The optimal coating material(s) was found to be agrin or a combination of collagen IV and fibronectin, with both options resulting in functional monolayer production.
After investigating the matrix compositions suitable for effective brain-specific endothelial monolayer formation, the group then used this information to build a full brain-specific microvessel (figure 1).
The researchers fabricated a collagen I hydrogel block with a rod running through the middle, this enabled the creation of a central channel suitable for coating with the natural matrix components established from the monolayer experiments, with subsequent seeding of the brain-endothelial cells to the coated walls of the channel.
The group were able to image the microvessel and establish that the endothelial cells are able to bind and form functional inter-cellular junctions.
Additionally, the group tested the permeability of the microvessels by running a dye of a known molecular weight (Lucifer yellow) through the channel. This showed that the endothelium created in the microvessel was impermeable to the dye, and indicated that functional inter-cellular junctions had formed.
[caption id=“attachment_94564” align=“aligncenter” width=“680”] Figure 1. The biofabrication of a brain microvessel.
(a) Schematic of microvessel production.
(b) Endothelial cells in green showing adherence to the microvessel walls.
(c) Junction staining of endothelial cell walls (red) and cell nuclei (blue).
(d) Time course of Lucifer yellow seeding, showing the impermeability of the cell wall.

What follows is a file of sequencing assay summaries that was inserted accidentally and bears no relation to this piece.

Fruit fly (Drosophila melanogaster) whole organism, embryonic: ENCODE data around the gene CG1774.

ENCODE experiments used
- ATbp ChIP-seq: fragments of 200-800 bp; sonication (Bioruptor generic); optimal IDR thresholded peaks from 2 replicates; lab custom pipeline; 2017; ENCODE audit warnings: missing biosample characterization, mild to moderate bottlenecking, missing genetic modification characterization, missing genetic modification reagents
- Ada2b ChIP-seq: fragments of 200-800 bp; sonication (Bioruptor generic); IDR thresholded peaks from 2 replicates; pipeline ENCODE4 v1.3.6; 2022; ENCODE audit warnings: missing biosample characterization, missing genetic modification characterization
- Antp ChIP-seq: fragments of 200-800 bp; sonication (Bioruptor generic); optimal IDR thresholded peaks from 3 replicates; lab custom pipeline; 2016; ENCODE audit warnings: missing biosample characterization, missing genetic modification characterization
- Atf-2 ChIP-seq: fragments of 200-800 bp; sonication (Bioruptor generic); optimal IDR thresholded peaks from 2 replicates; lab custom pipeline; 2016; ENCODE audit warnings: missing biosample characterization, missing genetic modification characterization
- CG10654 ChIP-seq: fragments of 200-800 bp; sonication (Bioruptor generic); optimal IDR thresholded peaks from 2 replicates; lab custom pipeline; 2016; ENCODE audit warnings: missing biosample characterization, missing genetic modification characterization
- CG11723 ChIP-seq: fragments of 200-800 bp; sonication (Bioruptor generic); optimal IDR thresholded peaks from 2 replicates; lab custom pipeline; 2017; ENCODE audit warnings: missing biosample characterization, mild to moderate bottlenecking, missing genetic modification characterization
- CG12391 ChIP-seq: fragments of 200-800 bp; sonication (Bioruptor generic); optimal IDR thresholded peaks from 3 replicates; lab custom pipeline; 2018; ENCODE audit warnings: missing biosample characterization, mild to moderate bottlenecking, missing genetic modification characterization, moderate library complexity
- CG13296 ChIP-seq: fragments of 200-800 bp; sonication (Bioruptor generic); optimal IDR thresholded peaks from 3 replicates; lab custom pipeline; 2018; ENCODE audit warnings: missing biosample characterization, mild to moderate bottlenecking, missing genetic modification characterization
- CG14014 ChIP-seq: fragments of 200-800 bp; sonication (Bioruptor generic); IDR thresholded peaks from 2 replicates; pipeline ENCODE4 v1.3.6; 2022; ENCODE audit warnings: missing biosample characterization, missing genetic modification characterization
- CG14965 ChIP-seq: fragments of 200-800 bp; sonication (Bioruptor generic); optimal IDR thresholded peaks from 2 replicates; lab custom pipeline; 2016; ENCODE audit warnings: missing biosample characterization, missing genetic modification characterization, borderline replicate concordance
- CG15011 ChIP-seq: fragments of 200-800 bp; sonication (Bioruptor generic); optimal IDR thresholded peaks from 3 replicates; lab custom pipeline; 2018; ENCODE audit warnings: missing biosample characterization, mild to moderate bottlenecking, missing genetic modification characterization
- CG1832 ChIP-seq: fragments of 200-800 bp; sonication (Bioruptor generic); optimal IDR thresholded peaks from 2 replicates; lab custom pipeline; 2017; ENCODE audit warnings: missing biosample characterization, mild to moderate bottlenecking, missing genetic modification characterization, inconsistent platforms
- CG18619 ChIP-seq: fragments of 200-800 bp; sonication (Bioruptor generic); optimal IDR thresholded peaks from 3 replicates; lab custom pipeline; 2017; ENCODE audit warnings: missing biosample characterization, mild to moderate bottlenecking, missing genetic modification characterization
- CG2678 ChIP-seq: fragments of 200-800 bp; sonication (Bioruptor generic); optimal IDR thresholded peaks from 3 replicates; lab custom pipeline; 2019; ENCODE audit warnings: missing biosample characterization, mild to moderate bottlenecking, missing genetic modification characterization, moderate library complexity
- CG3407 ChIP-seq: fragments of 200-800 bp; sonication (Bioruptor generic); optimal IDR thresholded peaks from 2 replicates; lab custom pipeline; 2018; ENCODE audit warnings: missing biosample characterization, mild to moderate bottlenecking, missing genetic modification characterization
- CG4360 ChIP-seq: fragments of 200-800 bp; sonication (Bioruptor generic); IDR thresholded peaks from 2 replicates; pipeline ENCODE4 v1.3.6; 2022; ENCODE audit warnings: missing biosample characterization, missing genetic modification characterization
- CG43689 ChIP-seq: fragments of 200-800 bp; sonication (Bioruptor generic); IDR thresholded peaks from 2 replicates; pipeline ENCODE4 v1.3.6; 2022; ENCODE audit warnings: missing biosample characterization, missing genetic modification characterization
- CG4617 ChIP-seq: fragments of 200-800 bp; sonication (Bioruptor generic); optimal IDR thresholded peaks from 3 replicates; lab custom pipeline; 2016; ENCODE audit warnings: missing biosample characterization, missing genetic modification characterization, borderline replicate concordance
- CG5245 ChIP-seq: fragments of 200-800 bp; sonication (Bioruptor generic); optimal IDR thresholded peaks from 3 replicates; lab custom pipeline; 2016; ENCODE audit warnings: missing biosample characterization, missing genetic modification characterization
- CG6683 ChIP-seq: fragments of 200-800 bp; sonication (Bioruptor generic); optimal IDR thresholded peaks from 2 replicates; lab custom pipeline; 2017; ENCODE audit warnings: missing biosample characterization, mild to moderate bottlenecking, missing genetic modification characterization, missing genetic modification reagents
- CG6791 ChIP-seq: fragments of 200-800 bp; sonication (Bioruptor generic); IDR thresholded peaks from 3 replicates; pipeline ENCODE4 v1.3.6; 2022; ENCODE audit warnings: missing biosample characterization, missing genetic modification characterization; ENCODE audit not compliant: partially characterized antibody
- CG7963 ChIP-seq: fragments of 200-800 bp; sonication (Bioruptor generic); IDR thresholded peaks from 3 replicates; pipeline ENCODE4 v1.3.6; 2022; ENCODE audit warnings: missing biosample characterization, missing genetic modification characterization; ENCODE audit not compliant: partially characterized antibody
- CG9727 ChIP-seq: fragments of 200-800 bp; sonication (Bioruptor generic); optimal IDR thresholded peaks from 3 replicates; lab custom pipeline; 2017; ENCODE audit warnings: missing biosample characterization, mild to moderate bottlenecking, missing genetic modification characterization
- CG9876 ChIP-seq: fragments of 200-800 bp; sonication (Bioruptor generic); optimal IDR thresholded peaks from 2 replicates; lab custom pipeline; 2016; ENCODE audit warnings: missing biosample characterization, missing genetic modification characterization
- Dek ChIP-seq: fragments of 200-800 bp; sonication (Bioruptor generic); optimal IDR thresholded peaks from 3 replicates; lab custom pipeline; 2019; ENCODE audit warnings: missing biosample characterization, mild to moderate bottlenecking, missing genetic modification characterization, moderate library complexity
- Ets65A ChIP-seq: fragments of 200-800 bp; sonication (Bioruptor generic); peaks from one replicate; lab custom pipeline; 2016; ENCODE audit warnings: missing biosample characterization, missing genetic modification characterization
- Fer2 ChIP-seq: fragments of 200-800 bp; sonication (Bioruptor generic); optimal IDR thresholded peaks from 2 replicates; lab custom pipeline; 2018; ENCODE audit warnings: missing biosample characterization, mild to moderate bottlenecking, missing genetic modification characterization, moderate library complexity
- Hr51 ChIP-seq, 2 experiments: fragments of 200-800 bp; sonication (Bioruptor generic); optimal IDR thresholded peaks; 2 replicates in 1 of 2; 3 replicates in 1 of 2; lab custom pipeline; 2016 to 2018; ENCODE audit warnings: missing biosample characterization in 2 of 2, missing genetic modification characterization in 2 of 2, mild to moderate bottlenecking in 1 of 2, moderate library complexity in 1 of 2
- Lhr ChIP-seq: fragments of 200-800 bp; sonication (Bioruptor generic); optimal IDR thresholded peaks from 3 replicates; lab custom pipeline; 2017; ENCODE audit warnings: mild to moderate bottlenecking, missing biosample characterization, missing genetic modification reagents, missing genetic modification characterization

Reproduced from BMC publication Katt et al., 2018, CC BY 4.0[/caption]
The researchers used a type of reprogrammed stem cell which can be grown into multiple cell types of the body.
This stem cell is an “induced pluripotent stem cell” (iPSC), and is reprogrammed from fibroblast cells which can be extracted from the skin. This means they can be taken from human patients and be grown into different cell types for research purposes, whilst retaining the genetic information of the patient.
This model can be used in future for multiple experimental applications. For example, by using patient specific iPSCs to fabricate a microvessel it is possible to study patient specific responses to drugs or to establish the cellular and molecular mechanisms responsible for neurovascular dysfunction in neurodegenerative diseases.
In particular, the ability of drugs to pass the blood-brain barrier to elicit an effect in treatment of Alzheimer’s disease or other neurodegenerative diseases would be useful to develop a patient specific approach to research.
Moriah E. Katt, Raleigh M. Linville, Lakyn N. Mayo, Zinnia S. Xu and Peter C. Searson Functional brain-specific microvessels from iPSC-derived human brain microvascular endothelial cells: the role of matrix composition on monolayer formation Fluids and Barriers of the CNS. 20 February 2018. https://doi.org/10.1186/s12987-018-0092-7
Author: Geoffrey Potjewyd; Regenerative Medicine & Neuroscience PhD student at the University of Manchester. Top Image: Tight junction formation of dhBMEC monolayers. Reproduced from BMC publication Katt et al., 2018, CC BY 4.0